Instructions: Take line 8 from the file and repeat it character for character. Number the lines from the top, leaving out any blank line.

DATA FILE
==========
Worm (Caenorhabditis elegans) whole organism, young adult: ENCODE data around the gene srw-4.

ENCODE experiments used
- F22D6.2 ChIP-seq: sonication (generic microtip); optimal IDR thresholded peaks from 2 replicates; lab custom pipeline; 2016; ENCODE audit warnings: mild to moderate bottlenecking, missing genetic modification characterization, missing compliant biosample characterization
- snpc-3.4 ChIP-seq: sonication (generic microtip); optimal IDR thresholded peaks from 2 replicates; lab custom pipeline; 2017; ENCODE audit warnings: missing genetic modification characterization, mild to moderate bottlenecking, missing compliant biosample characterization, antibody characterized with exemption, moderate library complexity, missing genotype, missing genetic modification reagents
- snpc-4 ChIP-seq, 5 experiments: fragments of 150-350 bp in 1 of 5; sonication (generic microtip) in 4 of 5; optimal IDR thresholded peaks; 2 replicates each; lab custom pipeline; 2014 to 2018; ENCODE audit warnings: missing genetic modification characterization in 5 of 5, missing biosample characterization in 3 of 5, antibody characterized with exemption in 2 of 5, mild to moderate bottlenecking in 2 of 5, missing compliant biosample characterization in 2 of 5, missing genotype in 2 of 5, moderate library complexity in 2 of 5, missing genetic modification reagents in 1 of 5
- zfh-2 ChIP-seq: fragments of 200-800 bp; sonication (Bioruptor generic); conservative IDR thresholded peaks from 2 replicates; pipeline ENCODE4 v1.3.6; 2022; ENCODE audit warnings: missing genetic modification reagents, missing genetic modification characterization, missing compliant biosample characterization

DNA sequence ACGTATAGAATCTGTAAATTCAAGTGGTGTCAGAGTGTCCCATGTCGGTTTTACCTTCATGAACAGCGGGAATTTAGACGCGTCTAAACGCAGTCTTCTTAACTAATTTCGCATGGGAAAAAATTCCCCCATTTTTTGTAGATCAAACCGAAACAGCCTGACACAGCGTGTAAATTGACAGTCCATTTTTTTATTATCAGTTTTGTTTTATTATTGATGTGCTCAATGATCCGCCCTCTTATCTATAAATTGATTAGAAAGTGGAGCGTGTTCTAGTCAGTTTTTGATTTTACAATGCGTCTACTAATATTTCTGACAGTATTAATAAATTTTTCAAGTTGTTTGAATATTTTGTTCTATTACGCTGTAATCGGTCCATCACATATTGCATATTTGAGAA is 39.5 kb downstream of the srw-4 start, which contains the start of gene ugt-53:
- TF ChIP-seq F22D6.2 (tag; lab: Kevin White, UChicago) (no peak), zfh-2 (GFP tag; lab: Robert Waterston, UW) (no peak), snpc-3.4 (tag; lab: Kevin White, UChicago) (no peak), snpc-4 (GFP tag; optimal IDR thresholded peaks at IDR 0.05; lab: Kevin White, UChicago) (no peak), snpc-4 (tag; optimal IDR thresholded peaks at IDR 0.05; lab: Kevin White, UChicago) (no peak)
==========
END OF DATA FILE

- TF ChIP-seq F22D6.2 (tag; lab: Kevin White, UChicago) (no peak), zfh-2 (GFP tag; lab: Robert Waterston, UW) (no peak), snpc-3.4 (tag; lab: Kevin White, UChicago) (no peak), snpc-4 (GFP tag; optimal IDR thresholded peaks at IDR 0.05; lab: Kevin White, UChicago) (no peak), snpc-4 (tag; optimal IDR thresholded peaks at IDR 0.05; lab: Kevin White, UChicago) (no peak)